Who knew, then, that Carrey could do drama so seriously? In the cerebral Eternal Sunshine of the Spotless Mind, Carrey played a man trying desperately to piece together the fragments of memories he later discovers he has paid to forget. Kate Winslet brought out Carrey’s inner romantic—the memories of their relationship literally crumble around him as he struggles to decide whether or not he’s still in love with her. Everyone knows that Carrey can do frantic better than anyone, but what was truly memorable was when he and Winslet’s character relaxed on a frozen lake in near silence. It was memorable, it was beautiful, and it was Carrey’s best work to date.
It’s a fact—Jim Carrey has put out some seriously unfunny movies. I’m starting to think that he’ll do anything, no matter how completely stale and un-laughable the material, for a paycheck. Last year’s Mr. Popper’s Penguins was a blow to diehard fans of the classic children’s novel. His comedic high was debatably Bruce Almighty, a knowingly goofy movie that was in on the joke. His charm and enthusiasm seemed genuine, and his chemistry with Jennifer Aniston was believable. Who can forget when Bruce sent a monkey flying out of a mugger’s backside? It was comedic gold.
Natalie Portman received the Academy Award for Best Actress for her role as Nina, the emotionally fragile, perfectionist ballerina who embarks on the slow path to a neurotically-driven insanity in hopes of getting in touch with her dark side in the 2010 film Black Swan. The role in itself is extremely difficult. Analogous to the ballet Swan Lake, which the movie is centered around, Portman at times needed to play both a naive, innocent girl and a sinister, hallucinating maniac, truly highlighting her acting abilities, as both parts were played to perfection, realistically and with an eerie sense of ease. Not only was her acting phenomenal, but she also trained and rehearsed for months before the filming of the movie in order to perform all the ballet routines herself, adding another layer of authenticity to her role. Black Swan, an aesthetically pleasing psychological thriller, was an incredible movie that took something truly beautiful, namely the artistry of Tchaikovsky and ballerinas in general, and willfully perverted it, making it into something truly terrifying.
Portman unfortunately didn’t make the best decisions in agreeing to play Isabel in the 2011 fantasy, fairytale comedy film Your Highness. Isabel, a female warrior avenging both her innocent father and brother’s deaths, plays the archetypical strong, sassy female character, who eventually gets won over by a male protagonist, in this case, Thadeous, played by Danny McBride (another unfortunate choice). The crude humor and stupidity of this comedy, which some reviewers were forced to strongly consider as possibly the worst movie ever made, was clearly a disappointing choice for Portman, especially after her role in Black Swan, and other fantastic movies such as V For Vendetta and Garden State. However, there have been some other unfortunate choices on her part as of late, such as Thor and No Strings Attached, as none of these films truly capture her acting abilities as exhibited in Black Swan. Not only was Your Highness terrible, but Portman’s acceptance of the role at all was laughable and confusing.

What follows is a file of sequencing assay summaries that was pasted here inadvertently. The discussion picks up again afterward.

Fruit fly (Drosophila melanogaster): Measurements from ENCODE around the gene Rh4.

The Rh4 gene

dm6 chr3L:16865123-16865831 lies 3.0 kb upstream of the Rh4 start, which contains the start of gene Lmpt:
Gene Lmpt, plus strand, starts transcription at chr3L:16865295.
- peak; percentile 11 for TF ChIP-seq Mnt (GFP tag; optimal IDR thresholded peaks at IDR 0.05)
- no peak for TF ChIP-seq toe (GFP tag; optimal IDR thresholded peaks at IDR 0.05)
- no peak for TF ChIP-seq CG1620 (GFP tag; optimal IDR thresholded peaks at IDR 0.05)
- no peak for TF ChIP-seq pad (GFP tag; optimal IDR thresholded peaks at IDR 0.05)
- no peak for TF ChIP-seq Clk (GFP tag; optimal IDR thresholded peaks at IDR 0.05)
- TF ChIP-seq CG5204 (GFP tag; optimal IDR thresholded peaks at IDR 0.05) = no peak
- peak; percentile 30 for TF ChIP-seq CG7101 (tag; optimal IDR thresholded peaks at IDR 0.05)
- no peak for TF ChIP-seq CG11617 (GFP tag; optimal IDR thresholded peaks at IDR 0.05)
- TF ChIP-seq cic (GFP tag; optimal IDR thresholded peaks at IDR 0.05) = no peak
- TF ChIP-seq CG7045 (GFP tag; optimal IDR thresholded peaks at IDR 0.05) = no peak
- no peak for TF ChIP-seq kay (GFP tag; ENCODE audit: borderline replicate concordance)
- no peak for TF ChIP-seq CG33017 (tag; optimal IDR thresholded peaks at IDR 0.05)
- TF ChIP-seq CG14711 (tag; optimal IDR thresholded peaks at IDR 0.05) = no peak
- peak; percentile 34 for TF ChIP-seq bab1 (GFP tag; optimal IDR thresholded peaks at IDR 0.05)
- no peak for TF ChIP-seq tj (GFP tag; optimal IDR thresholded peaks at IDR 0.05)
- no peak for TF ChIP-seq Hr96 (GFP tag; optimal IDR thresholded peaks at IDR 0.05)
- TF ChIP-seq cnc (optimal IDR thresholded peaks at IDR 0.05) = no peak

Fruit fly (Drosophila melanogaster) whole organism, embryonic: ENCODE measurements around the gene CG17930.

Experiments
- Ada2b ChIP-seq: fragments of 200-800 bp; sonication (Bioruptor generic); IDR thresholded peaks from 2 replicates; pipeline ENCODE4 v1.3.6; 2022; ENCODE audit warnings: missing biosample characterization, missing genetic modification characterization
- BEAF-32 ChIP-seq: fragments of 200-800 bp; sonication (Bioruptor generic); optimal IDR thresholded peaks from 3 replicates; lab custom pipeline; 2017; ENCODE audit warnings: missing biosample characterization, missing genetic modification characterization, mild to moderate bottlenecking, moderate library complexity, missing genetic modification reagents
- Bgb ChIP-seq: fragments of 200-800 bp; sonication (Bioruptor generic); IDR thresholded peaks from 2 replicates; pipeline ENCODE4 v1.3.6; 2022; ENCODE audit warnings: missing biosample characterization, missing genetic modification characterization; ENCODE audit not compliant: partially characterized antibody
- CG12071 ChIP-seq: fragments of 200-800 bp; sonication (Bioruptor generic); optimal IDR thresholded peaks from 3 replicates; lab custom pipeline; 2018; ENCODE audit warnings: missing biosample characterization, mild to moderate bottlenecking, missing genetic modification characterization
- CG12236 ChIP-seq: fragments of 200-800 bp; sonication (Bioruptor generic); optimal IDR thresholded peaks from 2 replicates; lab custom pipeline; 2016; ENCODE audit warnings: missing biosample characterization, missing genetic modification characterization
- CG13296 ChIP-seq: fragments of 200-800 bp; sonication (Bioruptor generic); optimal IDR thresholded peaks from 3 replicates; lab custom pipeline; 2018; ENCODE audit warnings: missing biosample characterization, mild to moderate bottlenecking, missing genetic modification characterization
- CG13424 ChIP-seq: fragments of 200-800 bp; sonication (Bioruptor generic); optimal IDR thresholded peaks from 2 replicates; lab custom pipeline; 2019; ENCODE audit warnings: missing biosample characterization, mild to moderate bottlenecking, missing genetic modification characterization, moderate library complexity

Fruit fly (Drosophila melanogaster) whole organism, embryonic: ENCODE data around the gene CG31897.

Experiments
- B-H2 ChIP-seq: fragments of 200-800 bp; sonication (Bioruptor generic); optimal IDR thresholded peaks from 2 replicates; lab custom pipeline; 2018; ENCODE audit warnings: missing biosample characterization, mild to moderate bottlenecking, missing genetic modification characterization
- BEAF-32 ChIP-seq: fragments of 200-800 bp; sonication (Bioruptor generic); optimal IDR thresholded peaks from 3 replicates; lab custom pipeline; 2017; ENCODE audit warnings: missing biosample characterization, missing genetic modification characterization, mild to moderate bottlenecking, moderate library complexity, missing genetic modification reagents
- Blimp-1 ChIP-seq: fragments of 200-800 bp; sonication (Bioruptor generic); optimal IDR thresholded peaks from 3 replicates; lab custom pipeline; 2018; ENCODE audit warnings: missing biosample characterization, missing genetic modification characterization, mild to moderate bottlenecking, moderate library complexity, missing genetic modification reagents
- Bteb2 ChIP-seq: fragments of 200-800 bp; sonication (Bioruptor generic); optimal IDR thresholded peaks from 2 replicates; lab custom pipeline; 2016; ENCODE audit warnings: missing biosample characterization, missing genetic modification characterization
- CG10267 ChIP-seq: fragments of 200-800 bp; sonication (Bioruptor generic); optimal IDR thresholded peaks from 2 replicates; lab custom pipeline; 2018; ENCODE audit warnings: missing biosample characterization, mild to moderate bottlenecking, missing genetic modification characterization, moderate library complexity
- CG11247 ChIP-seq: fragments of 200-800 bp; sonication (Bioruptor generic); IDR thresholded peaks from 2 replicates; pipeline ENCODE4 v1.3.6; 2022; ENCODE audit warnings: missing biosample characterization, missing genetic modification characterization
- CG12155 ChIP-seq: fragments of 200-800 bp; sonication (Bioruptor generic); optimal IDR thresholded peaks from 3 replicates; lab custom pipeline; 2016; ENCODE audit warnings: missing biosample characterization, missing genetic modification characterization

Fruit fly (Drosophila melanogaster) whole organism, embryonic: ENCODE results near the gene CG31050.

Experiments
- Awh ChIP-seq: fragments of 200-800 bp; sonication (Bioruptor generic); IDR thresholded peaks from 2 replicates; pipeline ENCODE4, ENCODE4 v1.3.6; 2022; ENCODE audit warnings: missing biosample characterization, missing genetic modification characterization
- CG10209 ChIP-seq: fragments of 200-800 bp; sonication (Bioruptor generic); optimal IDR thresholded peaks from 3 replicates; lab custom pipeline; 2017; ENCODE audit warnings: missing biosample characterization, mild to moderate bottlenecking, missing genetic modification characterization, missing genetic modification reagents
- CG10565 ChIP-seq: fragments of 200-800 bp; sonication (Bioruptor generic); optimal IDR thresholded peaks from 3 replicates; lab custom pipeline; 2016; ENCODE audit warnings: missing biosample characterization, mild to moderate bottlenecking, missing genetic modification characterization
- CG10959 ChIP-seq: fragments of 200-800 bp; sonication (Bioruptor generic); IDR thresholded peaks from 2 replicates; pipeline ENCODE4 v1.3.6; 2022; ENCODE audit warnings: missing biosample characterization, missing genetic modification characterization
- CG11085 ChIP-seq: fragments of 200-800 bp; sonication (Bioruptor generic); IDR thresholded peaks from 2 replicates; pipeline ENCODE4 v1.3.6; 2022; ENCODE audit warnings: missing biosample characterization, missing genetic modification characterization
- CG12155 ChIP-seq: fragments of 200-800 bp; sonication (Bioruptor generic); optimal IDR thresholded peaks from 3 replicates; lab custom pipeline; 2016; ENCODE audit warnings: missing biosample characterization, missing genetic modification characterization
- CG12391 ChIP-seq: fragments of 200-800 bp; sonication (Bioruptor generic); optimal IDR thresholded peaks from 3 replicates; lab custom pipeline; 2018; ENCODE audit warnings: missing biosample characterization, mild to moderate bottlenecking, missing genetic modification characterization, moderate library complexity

One of the founding members of the “Frat Pack,” actor Vince Vaughn has established himself in Hollywood as one of the most popular comedic actors in the industry. While Vaughn was prime to begin a formidable comedy career, the still youthful actor was elected to revive the role of Norman Bates for a shot-by-shot remake of the classic thriller Psycho by Gus Van Sant. The film was an utter flop at the box office and received bitter reviews from critics, ultimately winning two Razzies for Worst Remake and Worst Director.
Vaughn was vaulted into stardom after his starring role in Swingers, an early ’90s cult comedy hit that revolved around the quirky antics of two L.A. bachelors. Since the Psycho disaster, Vaughn has stayed clear of serious roles and has focused on expanding his comedic resume. The actor has since wiped away most of the bitter taste of his unsuccessful plunge into the dramatic world, yet he still stands as a stirring example of the all-too-common occurrence of actors failing to expand genres.